Ringing In The New Year With Dysferlin — #GeneOTW

Sometimes, the entire month of December feels like an endless stream of holiday parties, non-stop feasting, and way too many cookies. Since my holiday vices tend toward roast duck and copious amounts of sticky rice, I’m definitely looking forward to a more fitness-focused January. With health-related New Year’s resolutions being so common, many people (myself included) will soon be trading in their food comas for sweat and sore muscles. But what actually happens to your muscles when you exercise?

As a mechanically active tissue, skeletal muscle is subject to a lot of stress—it’s been suggested that rigorous exercise can even cause tiny tears in your muscle fibers. Damage to the cell membrane can have disastrous results, what with important stuff leaking out, extra stuff sneaking in, and overall cell homeostasis being disrupted. Fortunately, holes in muscle cell membranes can be resealed in less than a minute!1  Generally, the membrane repair system initiates fusion of intracellular vesicles, which end up forming a patch over the lesion site.2  How this exactly happens still isn’t completely clear, but it is evident that our current Gene-of-the-Week, dysferlin, plays an important role.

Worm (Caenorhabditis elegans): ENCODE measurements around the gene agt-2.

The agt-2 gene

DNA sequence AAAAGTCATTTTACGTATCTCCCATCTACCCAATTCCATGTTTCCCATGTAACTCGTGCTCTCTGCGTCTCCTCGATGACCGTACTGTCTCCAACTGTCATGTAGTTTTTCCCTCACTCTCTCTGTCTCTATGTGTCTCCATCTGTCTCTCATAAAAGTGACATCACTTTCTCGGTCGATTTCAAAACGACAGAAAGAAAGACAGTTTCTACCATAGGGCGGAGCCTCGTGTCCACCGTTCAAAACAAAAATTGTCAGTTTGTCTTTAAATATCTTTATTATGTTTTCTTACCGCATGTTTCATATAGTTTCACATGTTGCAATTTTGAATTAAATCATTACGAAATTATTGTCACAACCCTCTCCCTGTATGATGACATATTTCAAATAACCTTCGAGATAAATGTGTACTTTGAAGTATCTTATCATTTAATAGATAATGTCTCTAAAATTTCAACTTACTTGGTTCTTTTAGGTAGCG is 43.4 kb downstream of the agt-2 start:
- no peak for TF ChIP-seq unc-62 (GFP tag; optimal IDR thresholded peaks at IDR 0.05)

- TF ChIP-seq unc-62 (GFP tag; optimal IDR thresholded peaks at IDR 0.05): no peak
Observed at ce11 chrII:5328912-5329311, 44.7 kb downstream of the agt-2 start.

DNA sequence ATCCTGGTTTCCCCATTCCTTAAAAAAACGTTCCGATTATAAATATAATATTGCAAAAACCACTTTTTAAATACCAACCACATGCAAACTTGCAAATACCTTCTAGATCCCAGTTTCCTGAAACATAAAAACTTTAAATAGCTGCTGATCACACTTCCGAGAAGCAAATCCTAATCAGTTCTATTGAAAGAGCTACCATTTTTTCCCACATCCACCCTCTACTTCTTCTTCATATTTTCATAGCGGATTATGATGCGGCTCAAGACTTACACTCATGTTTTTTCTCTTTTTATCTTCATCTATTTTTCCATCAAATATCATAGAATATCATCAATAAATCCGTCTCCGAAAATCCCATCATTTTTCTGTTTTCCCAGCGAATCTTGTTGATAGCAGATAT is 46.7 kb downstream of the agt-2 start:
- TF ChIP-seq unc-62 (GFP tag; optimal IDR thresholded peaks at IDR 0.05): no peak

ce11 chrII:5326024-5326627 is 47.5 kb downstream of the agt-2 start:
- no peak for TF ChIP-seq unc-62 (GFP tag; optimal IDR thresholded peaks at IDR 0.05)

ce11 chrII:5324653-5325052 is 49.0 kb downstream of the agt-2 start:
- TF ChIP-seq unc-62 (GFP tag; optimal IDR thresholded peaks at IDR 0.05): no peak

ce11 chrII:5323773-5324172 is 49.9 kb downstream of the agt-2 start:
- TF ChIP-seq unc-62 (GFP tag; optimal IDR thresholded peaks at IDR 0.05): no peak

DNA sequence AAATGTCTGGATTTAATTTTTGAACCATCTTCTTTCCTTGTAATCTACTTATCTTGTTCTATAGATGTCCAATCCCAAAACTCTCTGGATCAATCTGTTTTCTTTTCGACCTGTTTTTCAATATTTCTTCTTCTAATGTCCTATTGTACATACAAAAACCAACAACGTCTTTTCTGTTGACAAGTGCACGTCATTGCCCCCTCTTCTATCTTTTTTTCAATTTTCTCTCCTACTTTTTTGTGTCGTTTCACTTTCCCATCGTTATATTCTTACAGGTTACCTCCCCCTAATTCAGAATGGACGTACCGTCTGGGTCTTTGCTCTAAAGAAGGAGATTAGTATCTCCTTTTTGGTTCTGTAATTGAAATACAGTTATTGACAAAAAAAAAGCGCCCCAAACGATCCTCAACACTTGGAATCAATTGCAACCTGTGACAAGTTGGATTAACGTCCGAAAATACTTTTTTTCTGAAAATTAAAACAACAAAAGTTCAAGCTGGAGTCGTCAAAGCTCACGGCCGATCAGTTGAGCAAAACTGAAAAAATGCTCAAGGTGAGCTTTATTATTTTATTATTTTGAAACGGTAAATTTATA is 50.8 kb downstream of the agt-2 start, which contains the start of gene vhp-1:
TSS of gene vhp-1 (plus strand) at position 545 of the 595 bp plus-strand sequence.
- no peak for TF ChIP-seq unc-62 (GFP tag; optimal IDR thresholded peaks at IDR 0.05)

muscle

Muscles are like a biological Russian nesting doll!  Once you get down to a single muscle fiber cell, damage to the sarcolemma (or cell membrane) is repaired with help from dysferlin.  [Image: OpenStax College]

Highly expressed in skeletal and cardiac muscle, dysferlin is a transmembrane protein that’s quickly recruited to damaged membrane. In fact, live cell imaging shows that dysferlin aggregates within seconds of a lesion, and forms a stable lattice-like structure over the wound.3   Once there, it’s thought to interact with other proteins implicated in membrane resealing. Dysferlin also binds phospholipids, including ones that are critical components of a cell membrane.4

Furthermore, dysferlin appears to be regulated by calcium; its phospholipid binding depends on calcium,5 as does its cleavage into the mini-dysferlin form that aggregates at membrane lesions.6 Especially since membrane damage results in an influx of extracellular calcium, it’s tempting to propose a scenario in which dysferlin acts as a calcium (and thus damage) sensor to initiate membrane resealing.7

Mutations in dysferlin can cause several types of muscular dystrophy, including Miyoshi myopathy and limb-girdle muscular dystrophy.8 All of these so-called dysferlinopathies (when dysferlin is absent or deficient) are recessively inherited, and result in progressive muscle weakness and atrophy. While muscle membrane repair is impaired in these patients, the muscle wasting is most likely caused by a pathogenic immune response.9 This suggests that dysferlin may have an additional (as yet unknown) role outside of membrane repair.

 

dysferlin

Dysferlin’s popularity on BioGPS is increasing, maybe because of a new paper that proposes a drug treatment for dysferlinopathies!